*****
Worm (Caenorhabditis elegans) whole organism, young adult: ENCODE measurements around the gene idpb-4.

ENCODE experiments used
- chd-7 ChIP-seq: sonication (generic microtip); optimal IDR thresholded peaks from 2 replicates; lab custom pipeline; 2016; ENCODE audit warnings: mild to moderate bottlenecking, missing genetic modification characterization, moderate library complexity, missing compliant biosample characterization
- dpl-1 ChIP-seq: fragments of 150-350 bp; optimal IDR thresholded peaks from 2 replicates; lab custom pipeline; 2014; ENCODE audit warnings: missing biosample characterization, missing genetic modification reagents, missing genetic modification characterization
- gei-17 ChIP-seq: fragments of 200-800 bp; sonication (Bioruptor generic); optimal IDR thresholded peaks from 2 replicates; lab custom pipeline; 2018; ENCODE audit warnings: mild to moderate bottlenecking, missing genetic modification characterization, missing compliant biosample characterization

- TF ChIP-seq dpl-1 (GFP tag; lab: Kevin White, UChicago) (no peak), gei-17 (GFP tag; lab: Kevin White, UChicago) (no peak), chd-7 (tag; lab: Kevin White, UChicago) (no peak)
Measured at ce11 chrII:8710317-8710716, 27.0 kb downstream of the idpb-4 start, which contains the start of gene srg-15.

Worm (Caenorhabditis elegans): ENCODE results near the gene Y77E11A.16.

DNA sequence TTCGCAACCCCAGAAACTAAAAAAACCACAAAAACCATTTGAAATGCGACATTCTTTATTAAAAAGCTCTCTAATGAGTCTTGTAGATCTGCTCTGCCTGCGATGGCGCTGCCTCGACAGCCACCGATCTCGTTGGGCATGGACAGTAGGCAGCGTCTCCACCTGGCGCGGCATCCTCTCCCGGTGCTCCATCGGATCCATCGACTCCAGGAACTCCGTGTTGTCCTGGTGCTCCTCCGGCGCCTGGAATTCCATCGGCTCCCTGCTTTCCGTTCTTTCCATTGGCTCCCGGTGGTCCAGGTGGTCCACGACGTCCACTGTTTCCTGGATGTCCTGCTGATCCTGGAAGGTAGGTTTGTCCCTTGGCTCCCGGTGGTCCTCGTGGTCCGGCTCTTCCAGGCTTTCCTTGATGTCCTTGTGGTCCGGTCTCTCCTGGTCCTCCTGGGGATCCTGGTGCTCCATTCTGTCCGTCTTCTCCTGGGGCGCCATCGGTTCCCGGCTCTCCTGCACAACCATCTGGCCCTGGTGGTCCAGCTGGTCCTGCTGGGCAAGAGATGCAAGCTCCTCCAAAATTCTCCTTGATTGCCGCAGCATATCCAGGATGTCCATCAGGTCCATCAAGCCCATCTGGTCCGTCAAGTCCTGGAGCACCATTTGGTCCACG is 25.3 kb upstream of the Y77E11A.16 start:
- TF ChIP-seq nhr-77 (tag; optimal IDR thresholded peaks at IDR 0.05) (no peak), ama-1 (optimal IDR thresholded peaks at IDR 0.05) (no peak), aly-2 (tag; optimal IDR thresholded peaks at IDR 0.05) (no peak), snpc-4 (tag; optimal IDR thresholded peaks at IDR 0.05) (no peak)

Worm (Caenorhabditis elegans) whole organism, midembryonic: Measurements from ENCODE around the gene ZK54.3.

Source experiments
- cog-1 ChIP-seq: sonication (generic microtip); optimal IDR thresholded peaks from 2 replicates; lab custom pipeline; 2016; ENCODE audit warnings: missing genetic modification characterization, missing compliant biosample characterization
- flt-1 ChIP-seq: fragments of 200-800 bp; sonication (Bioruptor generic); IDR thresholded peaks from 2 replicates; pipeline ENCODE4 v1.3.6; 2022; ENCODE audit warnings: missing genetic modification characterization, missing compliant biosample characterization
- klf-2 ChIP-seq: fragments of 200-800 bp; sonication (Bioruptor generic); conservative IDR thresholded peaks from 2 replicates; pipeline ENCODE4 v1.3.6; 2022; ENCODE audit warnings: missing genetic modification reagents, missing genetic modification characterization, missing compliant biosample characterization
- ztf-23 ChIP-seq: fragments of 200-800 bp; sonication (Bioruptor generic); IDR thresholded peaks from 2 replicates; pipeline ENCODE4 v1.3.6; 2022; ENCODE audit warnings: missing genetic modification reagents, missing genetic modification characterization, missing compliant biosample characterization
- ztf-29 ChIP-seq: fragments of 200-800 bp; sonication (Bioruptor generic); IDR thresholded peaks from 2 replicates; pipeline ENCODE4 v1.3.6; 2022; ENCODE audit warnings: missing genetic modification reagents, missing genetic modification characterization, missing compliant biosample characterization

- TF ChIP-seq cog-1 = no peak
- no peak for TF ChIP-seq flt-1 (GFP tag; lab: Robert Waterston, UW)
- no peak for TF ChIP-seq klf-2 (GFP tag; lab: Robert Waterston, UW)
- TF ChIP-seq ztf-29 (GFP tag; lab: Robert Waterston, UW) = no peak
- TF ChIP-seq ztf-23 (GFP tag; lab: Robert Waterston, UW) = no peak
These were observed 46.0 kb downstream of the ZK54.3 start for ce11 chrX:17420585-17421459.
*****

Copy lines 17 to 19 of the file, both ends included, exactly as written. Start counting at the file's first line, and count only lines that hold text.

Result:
- ztf-29 ChIP-seq: fragments of 200-800 bp; sonication (Bioruptor generic); IDR thresholded peaks from 2 replicates; pipeline ENCODE4 v1.3.6; 2022; ENCODE audit warnings: missing genetic modification reagents, missing genetic modification characterization, missing compliant biosample characterization

- TF ChIP-seq cog-1 = no peak
- no peak for TF ChIP-seq flt-1 (GFP tag; lab: Robert Waterston, UW)